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Isaac Shutt

Isaac Shutt

Dallas, Texas wills, estate, probate, fiduciary litigation attorney
  • Probate, Estate Planning, Elder Law
  • Texas
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Summary

Attorney Isaac Shutt focuses his law practice on Wills, Legal Trust creation, Probate Law, and help with Estates, primarily in Dallas County and Collin County Texas. He is passionate about assisting families with the necessary legal process to distribute property after the death of a family member. Mr. Shutt genuinely cares for every client and strives to make Wills, Probate, and Estate Administration as affordable and simple as possible.

Mr. Shutt’s Qualifications And Memberships:
Isaac Shutt is licensed to practice law in the State of Texas.

Southern Methodist University, Dedman School of Law, juris doctor, Cum Laude
Southern Methodist University, Bachelor of Arts, Magna Cum Laude
Member, State Bar of Texas
Member, State Bar of Texas – Real Estate, Probate & Trusts Law Section
Member, The College of the State Bar of Texas
Member, Collin County Bar Association
President-Elect, Probate Section, Collin County Bar Association
Attorney ad litem appointment list in Dallas County and Collin County Probate Courts
Past President, Richardson Community Band
Concert Chair / Vice-President, Richardson Community Band
Member, Richardson Chamber of Commerce
Member, Richardson Chamber of Commerce – Leadership Richardson Alumni Association
Member, Murphy Chamber of Commerce
Personal Details About Mr. Shutt:
Mr. Shutt is a Christian and part of the community of Dallas Bible Church.

Outside of the law practice, Isaac enjoys spending time with his wife, Jessica, and his three young sons, Dean, Vaughn and Duke. Isaac is also Vice-President of the Richardson Community Band. Other interests include woodworking, motorcycle riding, working on cars, traveling, and sports (especially the SMU Mustangs). Click here to read more about Mr. Shutt’s hobbies.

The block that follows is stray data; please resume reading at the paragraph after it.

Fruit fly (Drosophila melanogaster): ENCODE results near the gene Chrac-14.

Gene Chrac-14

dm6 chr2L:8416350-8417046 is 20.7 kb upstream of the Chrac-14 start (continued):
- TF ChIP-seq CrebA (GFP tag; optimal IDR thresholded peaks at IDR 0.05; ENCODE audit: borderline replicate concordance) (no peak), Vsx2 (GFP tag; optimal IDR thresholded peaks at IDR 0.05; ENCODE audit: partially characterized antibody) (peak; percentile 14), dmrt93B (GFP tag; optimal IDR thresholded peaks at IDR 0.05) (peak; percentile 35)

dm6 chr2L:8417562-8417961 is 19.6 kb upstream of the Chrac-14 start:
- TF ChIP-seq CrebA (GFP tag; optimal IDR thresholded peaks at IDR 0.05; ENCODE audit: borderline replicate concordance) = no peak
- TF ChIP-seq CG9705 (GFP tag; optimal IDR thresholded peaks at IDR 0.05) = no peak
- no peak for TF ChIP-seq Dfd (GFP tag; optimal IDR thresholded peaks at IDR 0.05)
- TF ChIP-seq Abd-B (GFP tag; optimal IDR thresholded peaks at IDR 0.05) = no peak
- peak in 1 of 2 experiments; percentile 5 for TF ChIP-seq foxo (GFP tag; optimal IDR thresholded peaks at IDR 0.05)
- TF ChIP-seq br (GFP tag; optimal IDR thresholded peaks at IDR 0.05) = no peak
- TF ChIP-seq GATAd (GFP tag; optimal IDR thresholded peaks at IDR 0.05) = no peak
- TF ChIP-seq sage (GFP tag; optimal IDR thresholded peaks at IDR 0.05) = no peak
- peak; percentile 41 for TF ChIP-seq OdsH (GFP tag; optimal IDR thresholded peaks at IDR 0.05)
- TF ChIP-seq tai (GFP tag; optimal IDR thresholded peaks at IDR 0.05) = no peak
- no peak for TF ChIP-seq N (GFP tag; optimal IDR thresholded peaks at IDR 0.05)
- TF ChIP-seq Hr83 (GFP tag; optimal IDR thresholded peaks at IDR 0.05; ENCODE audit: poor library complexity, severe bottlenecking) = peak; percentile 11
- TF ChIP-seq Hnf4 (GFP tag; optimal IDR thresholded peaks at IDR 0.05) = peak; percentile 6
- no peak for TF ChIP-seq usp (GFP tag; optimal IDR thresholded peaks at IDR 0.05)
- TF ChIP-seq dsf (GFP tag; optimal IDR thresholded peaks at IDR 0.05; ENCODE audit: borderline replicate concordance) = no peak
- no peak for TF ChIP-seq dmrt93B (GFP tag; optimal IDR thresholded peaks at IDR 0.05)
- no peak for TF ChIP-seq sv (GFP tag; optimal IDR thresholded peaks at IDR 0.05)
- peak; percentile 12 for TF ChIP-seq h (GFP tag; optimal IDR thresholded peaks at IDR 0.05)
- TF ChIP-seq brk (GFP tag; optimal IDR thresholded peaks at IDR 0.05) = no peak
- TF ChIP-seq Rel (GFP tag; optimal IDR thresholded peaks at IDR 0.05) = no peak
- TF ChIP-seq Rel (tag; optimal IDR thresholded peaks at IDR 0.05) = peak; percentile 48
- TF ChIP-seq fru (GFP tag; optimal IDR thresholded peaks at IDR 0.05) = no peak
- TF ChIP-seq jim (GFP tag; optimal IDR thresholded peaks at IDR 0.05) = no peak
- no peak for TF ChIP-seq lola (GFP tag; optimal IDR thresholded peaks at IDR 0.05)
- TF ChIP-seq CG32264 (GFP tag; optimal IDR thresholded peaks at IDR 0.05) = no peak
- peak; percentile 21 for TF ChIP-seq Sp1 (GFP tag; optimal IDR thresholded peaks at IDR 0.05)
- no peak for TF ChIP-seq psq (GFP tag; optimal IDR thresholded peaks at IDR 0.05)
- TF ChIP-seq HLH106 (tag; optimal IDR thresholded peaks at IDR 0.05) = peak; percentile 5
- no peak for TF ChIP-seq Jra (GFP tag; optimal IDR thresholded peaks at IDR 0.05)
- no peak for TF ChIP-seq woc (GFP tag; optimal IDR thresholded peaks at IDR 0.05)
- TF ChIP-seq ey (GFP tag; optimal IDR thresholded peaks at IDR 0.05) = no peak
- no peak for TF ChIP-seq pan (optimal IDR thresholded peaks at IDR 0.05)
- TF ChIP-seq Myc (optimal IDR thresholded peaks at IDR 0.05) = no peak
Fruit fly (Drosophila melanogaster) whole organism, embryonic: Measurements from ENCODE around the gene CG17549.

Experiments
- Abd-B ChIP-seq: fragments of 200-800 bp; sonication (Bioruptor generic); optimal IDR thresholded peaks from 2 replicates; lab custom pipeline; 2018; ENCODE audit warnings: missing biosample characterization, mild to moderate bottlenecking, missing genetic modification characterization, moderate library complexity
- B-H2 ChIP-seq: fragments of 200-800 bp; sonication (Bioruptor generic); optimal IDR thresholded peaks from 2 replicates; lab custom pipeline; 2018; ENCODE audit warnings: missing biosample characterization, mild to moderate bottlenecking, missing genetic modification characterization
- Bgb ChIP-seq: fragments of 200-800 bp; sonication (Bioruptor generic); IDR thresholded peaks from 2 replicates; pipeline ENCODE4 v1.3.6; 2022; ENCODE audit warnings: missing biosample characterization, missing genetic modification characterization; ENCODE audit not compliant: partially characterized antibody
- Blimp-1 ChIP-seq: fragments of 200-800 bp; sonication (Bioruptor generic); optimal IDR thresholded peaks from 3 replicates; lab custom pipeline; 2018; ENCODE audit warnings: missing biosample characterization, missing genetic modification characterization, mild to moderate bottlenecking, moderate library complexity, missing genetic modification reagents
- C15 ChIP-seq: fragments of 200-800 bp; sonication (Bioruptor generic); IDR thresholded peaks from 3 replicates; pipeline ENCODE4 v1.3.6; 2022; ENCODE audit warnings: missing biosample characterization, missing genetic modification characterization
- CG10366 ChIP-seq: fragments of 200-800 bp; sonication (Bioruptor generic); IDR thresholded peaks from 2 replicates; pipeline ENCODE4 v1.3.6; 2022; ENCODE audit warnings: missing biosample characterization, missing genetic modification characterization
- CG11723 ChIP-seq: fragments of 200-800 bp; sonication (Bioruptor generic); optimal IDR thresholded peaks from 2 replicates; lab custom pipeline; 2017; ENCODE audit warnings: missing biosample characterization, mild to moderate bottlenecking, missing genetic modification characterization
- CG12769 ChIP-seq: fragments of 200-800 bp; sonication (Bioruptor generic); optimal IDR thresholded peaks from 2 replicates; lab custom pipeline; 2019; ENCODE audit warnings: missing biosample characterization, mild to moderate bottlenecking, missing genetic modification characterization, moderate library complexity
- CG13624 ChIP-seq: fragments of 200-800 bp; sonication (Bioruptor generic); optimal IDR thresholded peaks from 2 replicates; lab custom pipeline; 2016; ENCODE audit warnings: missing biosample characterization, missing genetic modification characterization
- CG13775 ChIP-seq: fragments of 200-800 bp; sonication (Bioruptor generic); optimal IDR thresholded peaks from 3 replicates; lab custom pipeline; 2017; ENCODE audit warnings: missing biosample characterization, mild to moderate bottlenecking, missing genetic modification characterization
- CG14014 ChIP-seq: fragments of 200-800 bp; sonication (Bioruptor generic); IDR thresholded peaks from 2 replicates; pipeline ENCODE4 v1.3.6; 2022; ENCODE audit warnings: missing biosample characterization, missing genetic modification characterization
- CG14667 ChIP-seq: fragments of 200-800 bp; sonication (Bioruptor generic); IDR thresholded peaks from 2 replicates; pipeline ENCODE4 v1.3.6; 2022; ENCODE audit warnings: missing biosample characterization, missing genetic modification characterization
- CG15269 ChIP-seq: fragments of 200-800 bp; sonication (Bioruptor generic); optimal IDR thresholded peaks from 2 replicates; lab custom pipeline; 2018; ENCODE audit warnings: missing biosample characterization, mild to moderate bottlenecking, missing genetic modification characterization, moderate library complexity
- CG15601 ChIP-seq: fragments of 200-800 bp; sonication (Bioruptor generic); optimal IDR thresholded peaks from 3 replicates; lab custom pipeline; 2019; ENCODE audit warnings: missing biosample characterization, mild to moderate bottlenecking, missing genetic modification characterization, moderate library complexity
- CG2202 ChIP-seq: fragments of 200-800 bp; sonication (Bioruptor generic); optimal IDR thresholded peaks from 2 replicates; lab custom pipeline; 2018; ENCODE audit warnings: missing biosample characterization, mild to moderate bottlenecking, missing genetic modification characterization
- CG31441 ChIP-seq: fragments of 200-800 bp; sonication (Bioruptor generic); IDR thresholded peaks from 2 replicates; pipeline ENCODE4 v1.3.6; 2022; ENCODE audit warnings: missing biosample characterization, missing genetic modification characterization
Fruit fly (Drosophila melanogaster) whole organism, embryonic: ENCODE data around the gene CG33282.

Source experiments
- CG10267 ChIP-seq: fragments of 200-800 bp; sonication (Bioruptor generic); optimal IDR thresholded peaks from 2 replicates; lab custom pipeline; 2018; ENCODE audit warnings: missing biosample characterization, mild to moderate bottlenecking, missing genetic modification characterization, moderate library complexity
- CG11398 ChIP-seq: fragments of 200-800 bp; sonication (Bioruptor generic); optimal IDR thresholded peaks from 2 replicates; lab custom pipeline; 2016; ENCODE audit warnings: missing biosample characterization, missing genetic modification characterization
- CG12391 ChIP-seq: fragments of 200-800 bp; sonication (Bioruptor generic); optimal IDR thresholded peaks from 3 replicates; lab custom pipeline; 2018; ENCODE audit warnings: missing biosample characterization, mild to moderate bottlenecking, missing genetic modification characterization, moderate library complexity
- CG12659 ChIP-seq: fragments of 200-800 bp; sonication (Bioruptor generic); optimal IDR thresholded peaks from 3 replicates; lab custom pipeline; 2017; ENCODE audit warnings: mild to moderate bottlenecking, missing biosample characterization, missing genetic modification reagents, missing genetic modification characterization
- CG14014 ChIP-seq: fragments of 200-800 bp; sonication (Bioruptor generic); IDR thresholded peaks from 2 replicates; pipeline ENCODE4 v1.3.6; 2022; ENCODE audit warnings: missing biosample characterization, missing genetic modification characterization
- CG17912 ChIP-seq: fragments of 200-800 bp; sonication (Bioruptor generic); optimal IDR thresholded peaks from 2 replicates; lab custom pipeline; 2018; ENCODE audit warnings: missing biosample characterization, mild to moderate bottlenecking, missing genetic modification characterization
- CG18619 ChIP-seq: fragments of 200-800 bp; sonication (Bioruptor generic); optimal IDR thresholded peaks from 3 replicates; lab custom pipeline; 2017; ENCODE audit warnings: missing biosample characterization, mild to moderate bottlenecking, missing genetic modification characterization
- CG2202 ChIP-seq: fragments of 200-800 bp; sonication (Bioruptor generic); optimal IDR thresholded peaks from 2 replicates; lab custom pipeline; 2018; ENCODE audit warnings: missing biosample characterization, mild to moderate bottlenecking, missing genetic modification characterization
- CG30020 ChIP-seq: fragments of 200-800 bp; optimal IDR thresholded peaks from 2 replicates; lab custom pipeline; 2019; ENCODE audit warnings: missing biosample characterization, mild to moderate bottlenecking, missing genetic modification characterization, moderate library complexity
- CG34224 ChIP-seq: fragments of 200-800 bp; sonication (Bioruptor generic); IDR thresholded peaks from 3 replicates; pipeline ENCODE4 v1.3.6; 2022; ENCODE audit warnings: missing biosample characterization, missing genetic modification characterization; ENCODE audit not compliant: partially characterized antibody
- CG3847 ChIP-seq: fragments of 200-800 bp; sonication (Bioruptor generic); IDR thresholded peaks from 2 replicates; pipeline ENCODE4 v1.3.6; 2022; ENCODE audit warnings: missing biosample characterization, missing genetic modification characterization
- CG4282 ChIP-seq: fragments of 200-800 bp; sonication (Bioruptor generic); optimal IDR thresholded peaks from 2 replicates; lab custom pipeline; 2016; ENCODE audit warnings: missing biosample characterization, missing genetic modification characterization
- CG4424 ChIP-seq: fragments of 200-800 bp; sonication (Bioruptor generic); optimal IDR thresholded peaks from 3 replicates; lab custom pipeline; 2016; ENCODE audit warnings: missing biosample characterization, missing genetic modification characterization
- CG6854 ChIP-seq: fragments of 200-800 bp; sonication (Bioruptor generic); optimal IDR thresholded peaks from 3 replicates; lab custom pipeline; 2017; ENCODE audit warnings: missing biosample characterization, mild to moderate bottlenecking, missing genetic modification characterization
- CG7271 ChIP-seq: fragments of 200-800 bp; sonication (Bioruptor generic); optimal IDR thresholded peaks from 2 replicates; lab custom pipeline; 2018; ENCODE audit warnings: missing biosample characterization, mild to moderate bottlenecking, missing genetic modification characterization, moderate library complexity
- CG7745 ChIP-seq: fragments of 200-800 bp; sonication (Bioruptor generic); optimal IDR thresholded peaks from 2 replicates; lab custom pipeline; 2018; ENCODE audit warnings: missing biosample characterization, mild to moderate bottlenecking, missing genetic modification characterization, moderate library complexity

Mr. Shutt was raised in Wichita, Kansas. He attended Southern Methodist University for both undergraduate and law degrees.

Practice Areas
  • Probate
  • Estate Planning
  • Elder Law
Additional Practice Areas
  • Fiduciary Litigation
  • Guardianship
  • Power of Attorney
  • Wills
Fees
  • Free Consultation
  • Credit Cards Accepted
  • Contingent Fees
  • Rates, Retainers and Additional Information
    Shutt Law Firm uses Flat-Rate Attorney Fees for many Probate Cases and for Wills
Jurisdictions Admitted to Practice
Texas
State Bar of Texas
ID Number: 24071203
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Languages
  • English: Spoken, Written
Education
Southern Methodist University
J.D.
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Professional Associations
Texas State Bar College
Current
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Collin County Bar Association
President-Elect
- Current
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Publications
Articles & Publications
The Top Troubles with “DIY” Wills
Headnotes (Dallas Bar)
Speaking Engagements
Panelist, North Texas Probate Bench Bar
Websites & Blogs
Website
Website
Legal Answers
18 Questions Answered

Q. What can be done when the state seeks guardianship of my dad?
A: I agree with the two prior answers. Go see a guardianship attorney to try and become your dad's guardian.
Q. How do I transfer my dads guardianship from california to texas. We have already moved and I have guardianship of him .